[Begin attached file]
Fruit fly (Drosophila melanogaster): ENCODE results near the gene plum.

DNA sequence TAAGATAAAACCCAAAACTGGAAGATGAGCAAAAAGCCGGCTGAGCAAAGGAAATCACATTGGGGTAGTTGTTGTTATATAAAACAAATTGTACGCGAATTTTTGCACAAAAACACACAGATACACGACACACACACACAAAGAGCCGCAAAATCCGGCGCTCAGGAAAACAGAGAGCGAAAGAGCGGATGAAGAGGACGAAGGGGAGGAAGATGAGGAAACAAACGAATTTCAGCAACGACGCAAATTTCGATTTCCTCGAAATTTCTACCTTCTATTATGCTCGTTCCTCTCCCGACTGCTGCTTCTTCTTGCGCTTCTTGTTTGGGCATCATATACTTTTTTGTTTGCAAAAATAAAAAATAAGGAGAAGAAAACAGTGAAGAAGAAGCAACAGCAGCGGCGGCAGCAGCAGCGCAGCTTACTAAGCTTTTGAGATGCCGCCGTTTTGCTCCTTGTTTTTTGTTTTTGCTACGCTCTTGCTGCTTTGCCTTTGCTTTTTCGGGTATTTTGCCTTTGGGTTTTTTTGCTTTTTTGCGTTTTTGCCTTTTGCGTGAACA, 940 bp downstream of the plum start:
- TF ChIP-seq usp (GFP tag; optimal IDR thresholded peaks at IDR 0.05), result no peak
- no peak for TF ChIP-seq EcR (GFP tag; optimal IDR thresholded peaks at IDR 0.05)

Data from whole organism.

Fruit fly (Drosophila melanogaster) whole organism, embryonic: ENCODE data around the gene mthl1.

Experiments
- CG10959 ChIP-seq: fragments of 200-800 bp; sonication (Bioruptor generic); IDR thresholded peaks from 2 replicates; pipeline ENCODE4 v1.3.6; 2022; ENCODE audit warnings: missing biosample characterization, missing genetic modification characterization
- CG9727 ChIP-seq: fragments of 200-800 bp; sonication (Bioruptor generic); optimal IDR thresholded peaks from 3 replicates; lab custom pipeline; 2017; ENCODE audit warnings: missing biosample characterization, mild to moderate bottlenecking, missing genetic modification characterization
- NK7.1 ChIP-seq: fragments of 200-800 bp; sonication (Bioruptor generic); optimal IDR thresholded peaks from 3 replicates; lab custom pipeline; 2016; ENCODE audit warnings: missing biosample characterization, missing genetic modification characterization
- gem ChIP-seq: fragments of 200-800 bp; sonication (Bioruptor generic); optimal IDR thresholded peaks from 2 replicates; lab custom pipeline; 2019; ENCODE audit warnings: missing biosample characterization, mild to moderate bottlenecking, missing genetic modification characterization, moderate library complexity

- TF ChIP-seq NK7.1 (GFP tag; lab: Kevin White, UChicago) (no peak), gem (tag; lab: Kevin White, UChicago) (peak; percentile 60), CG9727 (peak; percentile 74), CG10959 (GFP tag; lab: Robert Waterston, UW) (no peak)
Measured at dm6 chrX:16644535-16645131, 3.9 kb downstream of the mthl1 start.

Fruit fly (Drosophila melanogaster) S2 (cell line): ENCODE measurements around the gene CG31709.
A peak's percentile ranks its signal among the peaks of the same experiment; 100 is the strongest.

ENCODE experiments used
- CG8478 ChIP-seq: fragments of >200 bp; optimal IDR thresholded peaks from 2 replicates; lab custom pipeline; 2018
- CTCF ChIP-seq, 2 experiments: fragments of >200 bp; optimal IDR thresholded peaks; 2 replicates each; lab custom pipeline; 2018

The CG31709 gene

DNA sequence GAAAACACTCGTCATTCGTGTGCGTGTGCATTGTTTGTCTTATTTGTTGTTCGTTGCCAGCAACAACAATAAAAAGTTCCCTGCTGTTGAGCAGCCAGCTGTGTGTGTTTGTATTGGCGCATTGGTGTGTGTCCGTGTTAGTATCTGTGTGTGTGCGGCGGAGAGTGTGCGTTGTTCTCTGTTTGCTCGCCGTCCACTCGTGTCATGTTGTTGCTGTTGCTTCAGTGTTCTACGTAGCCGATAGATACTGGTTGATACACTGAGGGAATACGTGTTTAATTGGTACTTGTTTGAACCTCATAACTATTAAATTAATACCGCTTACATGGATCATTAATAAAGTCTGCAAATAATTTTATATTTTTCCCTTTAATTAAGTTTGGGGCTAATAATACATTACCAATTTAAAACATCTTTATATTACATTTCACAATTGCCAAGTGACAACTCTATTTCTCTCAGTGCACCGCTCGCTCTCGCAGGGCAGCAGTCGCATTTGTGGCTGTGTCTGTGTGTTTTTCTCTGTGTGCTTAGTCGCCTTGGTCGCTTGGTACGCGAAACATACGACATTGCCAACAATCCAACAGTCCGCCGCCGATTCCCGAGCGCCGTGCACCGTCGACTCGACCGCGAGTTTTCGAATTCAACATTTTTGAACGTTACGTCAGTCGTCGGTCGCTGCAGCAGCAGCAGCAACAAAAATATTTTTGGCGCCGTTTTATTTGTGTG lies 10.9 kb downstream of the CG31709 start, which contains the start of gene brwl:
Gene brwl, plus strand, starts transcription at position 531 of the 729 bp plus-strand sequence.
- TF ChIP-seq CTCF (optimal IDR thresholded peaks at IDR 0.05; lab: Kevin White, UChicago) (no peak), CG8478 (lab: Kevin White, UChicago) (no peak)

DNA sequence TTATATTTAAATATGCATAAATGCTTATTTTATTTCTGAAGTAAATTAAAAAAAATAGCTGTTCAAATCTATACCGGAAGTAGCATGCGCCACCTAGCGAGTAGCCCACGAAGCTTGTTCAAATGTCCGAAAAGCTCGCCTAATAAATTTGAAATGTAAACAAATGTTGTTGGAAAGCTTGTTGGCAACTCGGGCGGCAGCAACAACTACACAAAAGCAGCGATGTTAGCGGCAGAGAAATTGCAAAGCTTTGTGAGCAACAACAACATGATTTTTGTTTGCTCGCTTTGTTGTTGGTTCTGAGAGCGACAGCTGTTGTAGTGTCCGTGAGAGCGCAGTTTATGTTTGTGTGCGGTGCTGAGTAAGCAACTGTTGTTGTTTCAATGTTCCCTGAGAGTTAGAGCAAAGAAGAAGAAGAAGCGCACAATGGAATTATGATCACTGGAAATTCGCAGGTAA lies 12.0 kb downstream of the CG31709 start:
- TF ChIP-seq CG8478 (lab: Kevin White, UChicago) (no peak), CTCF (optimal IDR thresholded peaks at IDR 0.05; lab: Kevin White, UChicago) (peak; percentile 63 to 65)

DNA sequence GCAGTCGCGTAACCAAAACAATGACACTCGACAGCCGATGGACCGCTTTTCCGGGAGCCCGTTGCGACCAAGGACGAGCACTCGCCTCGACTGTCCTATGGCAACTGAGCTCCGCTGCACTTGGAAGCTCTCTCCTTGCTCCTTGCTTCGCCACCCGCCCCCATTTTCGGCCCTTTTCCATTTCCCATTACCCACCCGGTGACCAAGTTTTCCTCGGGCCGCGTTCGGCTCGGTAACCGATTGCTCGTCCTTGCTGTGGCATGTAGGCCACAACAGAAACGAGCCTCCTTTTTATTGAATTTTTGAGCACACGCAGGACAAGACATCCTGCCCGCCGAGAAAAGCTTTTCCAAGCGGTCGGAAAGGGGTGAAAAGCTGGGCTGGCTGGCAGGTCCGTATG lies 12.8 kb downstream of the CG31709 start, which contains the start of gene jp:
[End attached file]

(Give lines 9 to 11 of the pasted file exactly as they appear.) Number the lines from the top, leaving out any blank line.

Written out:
- CG9727 ChIP-seq: fragments of 200-800 bp; sonication (Bioruptor generic); optimal IDR thresholded peaks from 3 replicates; lab custom pipeline; 2017; ENCODE audit warnings: missing biosample characterization, mild to moderate bottlenecking, missing genetic modification characterization
- NK7.1 ChIP-seq: fragments of 200-800 bp; sonication (Bioruptor generic); optimal IDR thresholded peaks from 3 replicates; lab custom pipeline; 2016; ENCODE audit warnings: missing biosample characterization, missing genetic modification characterization
- gem ChIP-seq: fragments of 200-800 bp; sonication (Bioruptor generic); optimal IDR thresholded peaks from 2 replicates; lab custom pipeline; 2019; ENCODE audit warnings: missing biosample characterization, mild to moderate bottlenecking, missing genetic modification characterization, moderate library complexity